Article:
Ezra Meeker (1830-1928)

Ezra Meeker was one of the 50,000 people who made up the 1852 emigration to the Oregon Territory. Besides being a successful hops farmer and a merchant, he was an influential advocate for preserving the Oregon Trail. He dedicated the end of the Oregon Trail in The Dalles, Oregon. From 1906 until his death, he retraced his 1852 Oregon Trail journey four times. He also met with President Teddy Roosevelt for the purpose of convincing him to assign priority to marking and protecting emigrant trails on federal lands. Most of his life he devoted to ensuring the emigrant trail was marked and preserved, and contributions of the overland pioneers would be honored by future generations. Read about the Ox-Team Monument Expedition below for more interesting information on the Ezra Meeker story.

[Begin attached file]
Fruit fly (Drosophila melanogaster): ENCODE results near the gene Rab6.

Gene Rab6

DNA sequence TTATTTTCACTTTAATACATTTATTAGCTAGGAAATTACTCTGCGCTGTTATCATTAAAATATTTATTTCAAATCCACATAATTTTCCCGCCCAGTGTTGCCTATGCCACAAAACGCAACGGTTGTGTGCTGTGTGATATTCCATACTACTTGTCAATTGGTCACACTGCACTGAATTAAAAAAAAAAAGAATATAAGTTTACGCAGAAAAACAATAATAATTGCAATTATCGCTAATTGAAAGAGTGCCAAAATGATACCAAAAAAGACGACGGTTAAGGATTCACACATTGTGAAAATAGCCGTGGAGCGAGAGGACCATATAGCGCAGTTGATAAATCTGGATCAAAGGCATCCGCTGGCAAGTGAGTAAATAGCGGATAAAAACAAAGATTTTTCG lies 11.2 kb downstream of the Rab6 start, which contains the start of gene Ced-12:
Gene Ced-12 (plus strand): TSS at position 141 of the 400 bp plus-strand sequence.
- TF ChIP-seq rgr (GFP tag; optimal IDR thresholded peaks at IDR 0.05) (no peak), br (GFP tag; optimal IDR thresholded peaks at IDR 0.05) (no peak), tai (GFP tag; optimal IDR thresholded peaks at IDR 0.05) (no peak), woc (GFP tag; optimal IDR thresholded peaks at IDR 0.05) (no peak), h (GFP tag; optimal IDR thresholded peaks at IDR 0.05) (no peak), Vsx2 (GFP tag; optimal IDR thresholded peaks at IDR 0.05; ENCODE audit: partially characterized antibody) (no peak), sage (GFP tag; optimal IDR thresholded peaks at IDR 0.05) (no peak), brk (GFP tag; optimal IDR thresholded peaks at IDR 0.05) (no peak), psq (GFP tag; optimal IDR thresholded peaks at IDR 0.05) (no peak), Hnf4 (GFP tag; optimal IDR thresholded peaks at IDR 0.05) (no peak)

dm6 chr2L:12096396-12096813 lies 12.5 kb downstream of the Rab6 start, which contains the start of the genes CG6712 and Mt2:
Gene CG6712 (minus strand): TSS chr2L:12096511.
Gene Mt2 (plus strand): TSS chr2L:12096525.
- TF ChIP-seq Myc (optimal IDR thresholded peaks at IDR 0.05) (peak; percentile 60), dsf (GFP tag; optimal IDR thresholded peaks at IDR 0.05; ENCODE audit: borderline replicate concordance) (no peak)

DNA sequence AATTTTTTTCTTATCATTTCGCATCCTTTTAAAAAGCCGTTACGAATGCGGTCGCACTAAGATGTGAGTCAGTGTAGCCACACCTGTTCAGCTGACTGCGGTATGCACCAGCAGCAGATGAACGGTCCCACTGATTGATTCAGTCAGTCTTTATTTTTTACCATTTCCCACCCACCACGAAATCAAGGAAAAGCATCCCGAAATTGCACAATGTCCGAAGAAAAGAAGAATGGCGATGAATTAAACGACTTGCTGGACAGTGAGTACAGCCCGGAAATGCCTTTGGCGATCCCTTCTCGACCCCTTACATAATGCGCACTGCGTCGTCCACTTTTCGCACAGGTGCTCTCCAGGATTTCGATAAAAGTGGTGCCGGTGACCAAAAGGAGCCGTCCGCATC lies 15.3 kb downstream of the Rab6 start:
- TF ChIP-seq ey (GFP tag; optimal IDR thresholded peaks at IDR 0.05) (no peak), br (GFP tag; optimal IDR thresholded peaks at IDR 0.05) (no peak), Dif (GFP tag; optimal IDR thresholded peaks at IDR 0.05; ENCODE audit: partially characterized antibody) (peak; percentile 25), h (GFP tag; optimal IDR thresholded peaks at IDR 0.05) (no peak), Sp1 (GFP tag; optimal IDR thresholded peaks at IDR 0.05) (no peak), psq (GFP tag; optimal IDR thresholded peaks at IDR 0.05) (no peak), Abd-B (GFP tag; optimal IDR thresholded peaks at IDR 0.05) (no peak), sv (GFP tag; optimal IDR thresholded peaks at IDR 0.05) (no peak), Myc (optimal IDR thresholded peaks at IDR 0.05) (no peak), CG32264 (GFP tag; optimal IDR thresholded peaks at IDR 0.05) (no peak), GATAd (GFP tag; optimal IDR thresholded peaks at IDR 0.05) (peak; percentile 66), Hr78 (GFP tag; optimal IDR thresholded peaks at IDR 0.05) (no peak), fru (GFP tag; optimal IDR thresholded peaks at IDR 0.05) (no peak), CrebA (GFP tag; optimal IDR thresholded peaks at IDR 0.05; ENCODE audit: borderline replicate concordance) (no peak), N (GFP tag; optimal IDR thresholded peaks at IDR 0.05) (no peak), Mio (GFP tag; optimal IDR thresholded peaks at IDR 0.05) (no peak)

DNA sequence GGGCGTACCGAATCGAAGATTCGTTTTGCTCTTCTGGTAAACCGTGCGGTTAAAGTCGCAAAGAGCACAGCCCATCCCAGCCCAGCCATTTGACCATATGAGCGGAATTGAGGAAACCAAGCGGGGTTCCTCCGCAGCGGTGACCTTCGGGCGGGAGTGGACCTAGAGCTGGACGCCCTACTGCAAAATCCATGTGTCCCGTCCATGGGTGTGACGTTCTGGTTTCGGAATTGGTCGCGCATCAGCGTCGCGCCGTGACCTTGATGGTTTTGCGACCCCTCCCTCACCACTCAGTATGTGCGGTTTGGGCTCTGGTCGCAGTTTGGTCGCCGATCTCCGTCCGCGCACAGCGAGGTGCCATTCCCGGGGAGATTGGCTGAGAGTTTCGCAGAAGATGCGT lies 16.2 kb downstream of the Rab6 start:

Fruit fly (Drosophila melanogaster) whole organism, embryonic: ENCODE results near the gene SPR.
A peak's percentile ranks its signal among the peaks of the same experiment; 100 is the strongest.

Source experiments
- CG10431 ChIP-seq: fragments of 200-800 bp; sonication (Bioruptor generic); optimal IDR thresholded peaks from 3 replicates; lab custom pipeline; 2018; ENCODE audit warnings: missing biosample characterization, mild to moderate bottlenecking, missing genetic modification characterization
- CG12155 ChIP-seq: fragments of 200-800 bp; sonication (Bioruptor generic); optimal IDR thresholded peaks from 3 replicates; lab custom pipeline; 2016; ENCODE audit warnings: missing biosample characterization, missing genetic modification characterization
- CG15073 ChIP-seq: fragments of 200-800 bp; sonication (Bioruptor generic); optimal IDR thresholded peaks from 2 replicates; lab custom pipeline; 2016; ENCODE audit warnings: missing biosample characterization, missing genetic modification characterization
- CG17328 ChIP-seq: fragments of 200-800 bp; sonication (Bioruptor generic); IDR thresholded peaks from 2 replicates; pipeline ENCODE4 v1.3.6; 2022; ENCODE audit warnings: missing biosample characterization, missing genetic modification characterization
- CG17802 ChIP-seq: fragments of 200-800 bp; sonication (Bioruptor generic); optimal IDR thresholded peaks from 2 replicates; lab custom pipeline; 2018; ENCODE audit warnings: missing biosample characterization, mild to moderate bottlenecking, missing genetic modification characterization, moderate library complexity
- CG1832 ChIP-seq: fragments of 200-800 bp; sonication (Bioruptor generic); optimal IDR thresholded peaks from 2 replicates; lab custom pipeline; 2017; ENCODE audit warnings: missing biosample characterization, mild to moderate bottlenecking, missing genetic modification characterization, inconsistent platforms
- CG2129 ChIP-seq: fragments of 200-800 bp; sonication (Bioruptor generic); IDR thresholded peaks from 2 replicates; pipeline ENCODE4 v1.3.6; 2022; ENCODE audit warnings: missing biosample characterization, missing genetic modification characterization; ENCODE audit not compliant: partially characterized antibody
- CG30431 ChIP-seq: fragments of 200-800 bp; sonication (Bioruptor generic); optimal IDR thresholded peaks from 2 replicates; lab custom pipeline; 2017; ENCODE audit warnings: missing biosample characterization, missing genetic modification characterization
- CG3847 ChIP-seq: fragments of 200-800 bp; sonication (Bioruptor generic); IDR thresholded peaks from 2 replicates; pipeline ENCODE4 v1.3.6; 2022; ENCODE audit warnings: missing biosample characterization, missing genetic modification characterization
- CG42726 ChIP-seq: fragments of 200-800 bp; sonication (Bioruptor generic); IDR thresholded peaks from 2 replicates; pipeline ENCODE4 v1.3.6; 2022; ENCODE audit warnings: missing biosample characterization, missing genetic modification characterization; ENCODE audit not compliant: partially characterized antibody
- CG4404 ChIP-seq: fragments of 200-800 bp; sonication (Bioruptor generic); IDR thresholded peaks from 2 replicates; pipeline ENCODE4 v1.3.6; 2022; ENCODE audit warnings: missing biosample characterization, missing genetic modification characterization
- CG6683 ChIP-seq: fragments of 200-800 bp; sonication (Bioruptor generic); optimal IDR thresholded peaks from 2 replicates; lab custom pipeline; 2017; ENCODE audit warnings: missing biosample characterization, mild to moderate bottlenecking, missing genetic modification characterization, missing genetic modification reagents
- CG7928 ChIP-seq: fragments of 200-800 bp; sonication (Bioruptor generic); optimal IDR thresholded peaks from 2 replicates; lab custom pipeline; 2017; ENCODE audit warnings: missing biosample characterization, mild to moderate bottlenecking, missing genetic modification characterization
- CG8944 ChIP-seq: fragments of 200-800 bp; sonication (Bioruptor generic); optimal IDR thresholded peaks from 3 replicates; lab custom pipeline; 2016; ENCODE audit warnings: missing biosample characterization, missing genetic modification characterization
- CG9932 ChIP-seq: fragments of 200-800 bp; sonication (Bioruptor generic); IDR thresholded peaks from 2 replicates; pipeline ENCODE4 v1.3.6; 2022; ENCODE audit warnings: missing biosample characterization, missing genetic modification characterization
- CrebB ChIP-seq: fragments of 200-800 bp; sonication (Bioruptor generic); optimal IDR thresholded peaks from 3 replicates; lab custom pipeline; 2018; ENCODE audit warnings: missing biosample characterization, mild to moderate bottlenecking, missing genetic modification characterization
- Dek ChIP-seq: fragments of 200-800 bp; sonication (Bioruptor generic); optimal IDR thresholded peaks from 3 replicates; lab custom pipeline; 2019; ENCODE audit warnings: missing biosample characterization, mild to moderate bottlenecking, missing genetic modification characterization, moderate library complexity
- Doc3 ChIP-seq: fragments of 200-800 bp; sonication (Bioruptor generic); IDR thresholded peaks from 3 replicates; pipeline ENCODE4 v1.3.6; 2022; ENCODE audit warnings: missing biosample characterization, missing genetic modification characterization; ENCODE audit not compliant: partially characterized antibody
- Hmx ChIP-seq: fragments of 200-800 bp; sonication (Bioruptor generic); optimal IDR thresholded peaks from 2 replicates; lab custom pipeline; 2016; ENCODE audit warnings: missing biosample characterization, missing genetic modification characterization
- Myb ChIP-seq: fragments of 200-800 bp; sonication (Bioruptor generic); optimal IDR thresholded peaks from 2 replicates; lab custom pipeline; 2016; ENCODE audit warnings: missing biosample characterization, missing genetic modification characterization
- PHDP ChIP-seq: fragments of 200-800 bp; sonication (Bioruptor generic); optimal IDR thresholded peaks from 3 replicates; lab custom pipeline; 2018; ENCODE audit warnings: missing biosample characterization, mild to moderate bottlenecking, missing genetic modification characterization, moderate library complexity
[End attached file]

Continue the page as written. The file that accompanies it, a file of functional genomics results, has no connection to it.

The Ox-Team Monument Expedition

The Ox-Team Monument Expedition
The writing on the monument reads as follows:

“In 1852 an estimated 50,000 pioneers passed Independence Rock on their way West. Among this number was the family of 21-year-old Ezra Meeker, recently of Eddyville, Iowa, but natives of Indiana. Meeker, his wife Eliza, and their infant son, arrived at Puget Sound, Washington Territory in October, 1852. They eventually settled in the Puyallup Valley, where over the years they experienced success and failure in farming, principally in raising hops.

“Keenly aware of the National significance of the Oregon Trail in the development of the American Pacific Northwest, Meeker wrote several books on the subject. In 1906, greatly concerned that the Oregon Trail would fade from memory, he decided to retrace the old trail eastward with covered wagon and ox team, for the purpose of permanently marking the trail. He called this journey the Ox-Team Monument Expedition.